On January 15, 2013, the European Court of Human Rights issued judgments on four cases of great significance for the cause of religious freedom. What they say could well have repercussions beyond Europe itself. The European Court operates under the Council of Europe, applying the European Convention of Human Rights in cases that are referred to it from a wide range of European countries. They include those of the European Union, but take in many others, as disparate as Russia and Turkey.
These four cases all came from the United Kingdom, and concerned the place of religion, and a religiously formed conscience, in modern European society. Two were about symbols, and were probably themselves symbolic of wider disputes about the place of religion in public life. The other two concerned the reluctance of some Christians to be involved in apparent affirmation of homosexual practices. That is a current flash point in many countries, but it is important to note that the dispute could just as easily have been about other practices abhorrent to some religious consciences. The point of principle at stake is how much importance should be given publically to religiously based principles, particularly in societies that are growing increasingly secular.
The first case (Eweida
) was comparatively straightforward and concerned a British Airways Airways employee who wished to wear a cross as a sign of her faith, in contravention to the employer’s uniform code. It is significant that employees belonging to other religions were given a certain amount of leeway. Sikh employees could wear a turban and a bracelet and Muslims could wear a hijab. The second case concerned a nurse on a geriatric ward in Devon who was prevented from wearing her cross on duty on health and safety grounds. The employer’s fear was that disturbed patients might pull on it, or that it could become a source of infection by coming into contact with open wounds.
The Court ruled in favour of the British Airways employee, but against the nurse. It was no doubt influenced by the fact that British Airways had in any case subsequently changed its policy about crosses, and by implication, did not itself consider the matter a major issue. However, the Court did accept that Ms. Eweida’s desire to manifest her religious belief ‘is a fundamental right.’ Other things being equal, she should therefore be allowed to do so. That itself is a substantial point. In the other case, however, the Court regarded health and safety concerns as proper factors to be weighed in the balance, and concluded that ‘hospital managers were better placed to make decisions about clinical safety than a court.’ One might be sceptical about how justified such concerns were, but it is clearly difficult for anyone not on the relevant ward to make a proper judgment. It is hard, too, not to accept that health concerns are entirely appropriate within a hospital context.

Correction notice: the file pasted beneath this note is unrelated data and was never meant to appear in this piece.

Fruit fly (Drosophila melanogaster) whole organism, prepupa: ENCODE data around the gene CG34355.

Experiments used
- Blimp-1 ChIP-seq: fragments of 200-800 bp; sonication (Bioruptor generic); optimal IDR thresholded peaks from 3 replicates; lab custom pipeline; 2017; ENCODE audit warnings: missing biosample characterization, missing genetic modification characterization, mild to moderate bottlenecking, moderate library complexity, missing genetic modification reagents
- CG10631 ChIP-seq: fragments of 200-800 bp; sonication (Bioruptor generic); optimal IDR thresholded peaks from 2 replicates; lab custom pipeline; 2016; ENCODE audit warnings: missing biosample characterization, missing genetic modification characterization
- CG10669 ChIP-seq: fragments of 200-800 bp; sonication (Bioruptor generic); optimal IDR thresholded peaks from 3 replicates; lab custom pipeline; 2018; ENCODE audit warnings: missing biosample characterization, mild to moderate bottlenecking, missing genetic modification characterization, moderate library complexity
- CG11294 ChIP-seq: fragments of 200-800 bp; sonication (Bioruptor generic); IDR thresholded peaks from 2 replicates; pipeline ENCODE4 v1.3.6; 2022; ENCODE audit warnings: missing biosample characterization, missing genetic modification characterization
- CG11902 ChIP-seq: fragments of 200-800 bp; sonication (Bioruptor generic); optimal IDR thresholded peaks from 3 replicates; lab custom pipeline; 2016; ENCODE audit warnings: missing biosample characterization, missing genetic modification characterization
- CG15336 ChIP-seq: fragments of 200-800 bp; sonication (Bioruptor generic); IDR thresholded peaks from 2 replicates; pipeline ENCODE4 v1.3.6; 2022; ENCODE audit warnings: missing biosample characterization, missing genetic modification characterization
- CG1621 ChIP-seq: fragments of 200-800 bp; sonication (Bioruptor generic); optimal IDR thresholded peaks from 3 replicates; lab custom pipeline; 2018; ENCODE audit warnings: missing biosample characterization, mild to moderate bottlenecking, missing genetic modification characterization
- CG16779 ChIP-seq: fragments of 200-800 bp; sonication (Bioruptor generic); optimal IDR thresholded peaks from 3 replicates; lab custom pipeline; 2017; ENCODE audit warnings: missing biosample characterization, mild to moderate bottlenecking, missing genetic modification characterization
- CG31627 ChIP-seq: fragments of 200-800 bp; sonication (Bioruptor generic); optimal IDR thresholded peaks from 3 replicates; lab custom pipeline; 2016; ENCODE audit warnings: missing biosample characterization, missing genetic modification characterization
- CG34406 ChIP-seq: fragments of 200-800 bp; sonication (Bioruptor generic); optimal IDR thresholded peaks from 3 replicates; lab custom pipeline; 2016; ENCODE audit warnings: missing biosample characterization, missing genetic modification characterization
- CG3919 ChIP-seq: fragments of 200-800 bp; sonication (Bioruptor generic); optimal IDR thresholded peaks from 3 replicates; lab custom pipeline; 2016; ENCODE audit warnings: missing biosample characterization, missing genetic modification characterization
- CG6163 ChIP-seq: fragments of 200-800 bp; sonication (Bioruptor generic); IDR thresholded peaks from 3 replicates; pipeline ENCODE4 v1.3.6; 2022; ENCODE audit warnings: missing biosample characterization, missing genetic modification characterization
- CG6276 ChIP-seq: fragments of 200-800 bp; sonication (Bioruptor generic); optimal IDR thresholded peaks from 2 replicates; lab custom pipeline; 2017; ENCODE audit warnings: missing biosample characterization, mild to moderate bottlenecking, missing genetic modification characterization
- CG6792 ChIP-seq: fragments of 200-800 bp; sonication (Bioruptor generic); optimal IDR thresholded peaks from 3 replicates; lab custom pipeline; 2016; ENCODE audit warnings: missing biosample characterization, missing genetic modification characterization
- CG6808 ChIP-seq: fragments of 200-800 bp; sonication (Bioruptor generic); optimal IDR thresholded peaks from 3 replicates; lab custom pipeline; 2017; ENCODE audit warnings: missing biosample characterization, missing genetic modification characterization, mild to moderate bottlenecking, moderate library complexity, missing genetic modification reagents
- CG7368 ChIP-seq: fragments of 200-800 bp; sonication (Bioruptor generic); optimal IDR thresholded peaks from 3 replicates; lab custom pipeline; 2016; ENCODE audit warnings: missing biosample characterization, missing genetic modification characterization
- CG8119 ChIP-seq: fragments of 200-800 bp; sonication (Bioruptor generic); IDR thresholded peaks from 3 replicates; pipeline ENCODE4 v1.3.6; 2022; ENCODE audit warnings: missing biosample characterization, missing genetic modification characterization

These two judgments, therefore, pull in rather opposite directions. It is established (as it ought be) that there is fundamental right to manifest one’s faith, but, on the other hand, circumstances may mean that it is inappropriate for that right to be exercised. Much is apparently left to the discretion of the employer, and there is room for continued controversy (and no doubt law-suits) about such matters. The Court’s decisions may have been cleverly nuanced, but they cannot be said to give clear guidance.
If all sides could see something to approve of in these two judgments, the same cannot be said for the other two cases. The case of McFarlane concerned a counsellor working for a private, national relationship counselling service. As a practising Christian, he became unwilling to work on sexual issues with homosexual couples, and lost his job. The Court sided with the English courts in backing the employer’s right ‘to secure the implementation of a service without discrimination’. Gay rights, it seems, have to ‘trump’ any claim to religious freedom. This was illustrated even more forcefully in the case of Lillian Ladele. She was a civil registrar who was unwilling to register civil partnerships for same-sex couples after they had been introduced. It is perhaps highly relevant that her job had changed in a very major way, and she was now expected to conduct ceremonies that had not been envisaged when she first became a registrar. It could not even be argued, therefore, that she ought to have considered the duties of the job before she took it on. That did not weigh with the Court, however. Discrimination against homosexuals, like racial discrimination, is going to be regarded as unacceptable. In its own words, ‘the Court recalls that in its case-law... it has held that differences in treatment based on sexual orientation require particularly serious reasons by way of justification.’ That form of discrimination, in other words is going to trump discrimination on grounds on religious belief, and that is what has happened here. Religious freedom is, in effect, not regarded as important as stopping certain other forms of discrimination.